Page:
Table 1 Composition and nutrient levels of the basal diet (as-fed basis)

* Reagent grade.

The premix contained the following vitamins and minerals (per kg of diet): retinol, 4·5 mg; cholecalciferol, 0·10 mg; α-tocopherol acetate, 36·0 mg; menadione, 3·9 mg; thiamin, 4·5 mg; riboflavin, 10·5 mg; pyridoxine, 4·5 mg; cyanocobalamin, 0·024 mg; pantothenate, 18 mg; niacin, 39 mg; folic acid, 1·5 mg; biotin, 0·18 mg; choline, 1000 mg; Cu, 10 mg; Fe, 50 mg; Zn, 100 mg; I (KI), 2·0 mg; I, 2·0 mg; Se, 0·30 mg.

Mn additive, lysine-HCl or dl-methionine were added to diets by replacing an equal weight of maize starch.

§ Analysed values based on triplicate determinations.

The Mn-unsupplemented maize–soyabean meal basal diet for the Mn-depleting and experimental stages (Table 1) was formulated to meet or exceed the National Research Council( 24 ) requirements for laying broiler breeders, except for Mn, which was added to the basal diet according to the experimental design. The Mn sulphate (MnSO4·H2O) was reagent grade (purity>99 %; Beijing Chemical Company), whereas Mn proteinate was provided by Hebei Amino Acid Company (purity>90 %). A single batch of basal diet was mixed and then divided into three aliquots according to the experimental treatments. Lysine and methionine levels in the control diet or diet supplemented with inorganic Mn were balanced by adding synthetic lysine-HCl and dl-methionine based upon supplemental amounts of lysine and methionine from Mn proteinate source. The analysed Mn contents in diets, which were very close to calculated values, are presented in Table 2.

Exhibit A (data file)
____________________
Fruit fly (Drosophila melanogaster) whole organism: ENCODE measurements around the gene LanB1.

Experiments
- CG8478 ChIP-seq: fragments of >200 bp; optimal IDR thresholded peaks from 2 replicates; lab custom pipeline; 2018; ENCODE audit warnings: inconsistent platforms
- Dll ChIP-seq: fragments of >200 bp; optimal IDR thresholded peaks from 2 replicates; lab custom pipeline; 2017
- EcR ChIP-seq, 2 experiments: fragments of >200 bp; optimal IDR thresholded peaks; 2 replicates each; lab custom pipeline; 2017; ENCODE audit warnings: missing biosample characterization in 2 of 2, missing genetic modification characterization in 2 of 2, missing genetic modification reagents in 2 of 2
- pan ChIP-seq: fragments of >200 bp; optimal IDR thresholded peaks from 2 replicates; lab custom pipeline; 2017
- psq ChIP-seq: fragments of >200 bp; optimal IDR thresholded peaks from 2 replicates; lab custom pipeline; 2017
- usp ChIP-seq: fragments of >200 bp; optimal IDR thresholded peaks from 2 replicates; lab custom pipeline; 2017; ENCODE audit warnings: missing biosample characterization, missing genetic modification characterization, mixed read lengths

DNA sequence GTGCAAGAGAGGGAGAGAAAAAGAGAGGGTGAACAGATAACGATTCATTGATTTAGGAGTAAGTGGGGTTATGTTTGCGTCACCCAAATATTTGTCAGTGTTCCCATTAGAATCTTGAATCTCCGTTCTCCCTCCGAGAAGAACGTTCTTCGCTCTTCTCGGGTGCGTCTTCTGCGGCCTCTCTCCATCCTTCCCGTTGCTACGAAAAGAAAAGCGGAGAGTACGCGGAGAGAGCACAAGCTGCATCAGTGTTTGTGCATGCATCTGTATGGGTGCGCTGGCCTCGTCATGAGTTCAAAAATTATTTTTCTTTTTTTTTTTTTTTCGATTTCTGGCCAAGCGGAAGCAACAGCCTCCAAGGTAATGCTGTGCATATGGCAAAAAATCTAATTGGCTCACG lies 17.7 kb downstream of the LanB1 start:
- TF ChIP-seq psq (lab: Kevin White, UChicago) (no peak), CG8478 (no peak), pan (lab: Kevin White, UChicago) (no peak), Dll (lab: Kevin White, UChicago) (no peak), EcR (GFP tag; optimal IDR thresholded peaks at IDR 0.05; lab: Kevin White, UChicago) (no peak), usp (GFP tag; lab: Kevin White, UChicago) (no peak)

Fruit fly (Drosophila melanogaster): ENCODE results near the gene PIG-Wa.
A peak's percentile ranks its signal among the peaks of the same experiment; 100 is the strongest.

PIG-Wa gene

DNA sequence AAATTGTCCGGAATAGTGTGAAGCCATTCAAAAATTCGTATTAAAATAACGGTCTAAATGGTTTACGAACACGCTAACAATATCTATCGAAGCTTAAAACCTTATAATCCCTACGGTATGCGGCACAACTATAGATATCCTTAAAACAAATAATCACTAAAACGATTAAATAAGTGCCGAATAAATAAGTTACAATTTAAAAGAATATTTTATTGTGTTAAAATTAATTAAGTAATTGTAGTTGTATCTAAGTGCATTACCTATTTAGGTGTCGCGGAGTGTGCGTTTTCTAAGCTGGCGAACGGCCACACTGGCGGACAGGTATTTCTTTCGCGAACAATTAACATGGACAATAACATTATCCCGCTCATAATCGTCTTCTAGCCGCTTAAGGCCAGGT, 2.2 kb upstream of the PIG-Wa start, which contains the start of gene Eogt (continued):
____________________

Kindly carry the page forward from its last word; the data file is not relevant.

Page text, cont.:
Table 2 Analysed manganese content in experimental diets* (Mean values and standard deviations based on triplicate determinations)

CON, Mn-unsupplemented basal diet; iMn, basal diet+120 mg Mn/kg as MnSO4·H2O; oMn, basal diet+120 mg Mn/kg as the Mn proteinate with a moderate chelation strength of 61·9 Q f (10·2 % Mn).

* The Mn concentrations are on an as-fed basis.

Sample collections and preparations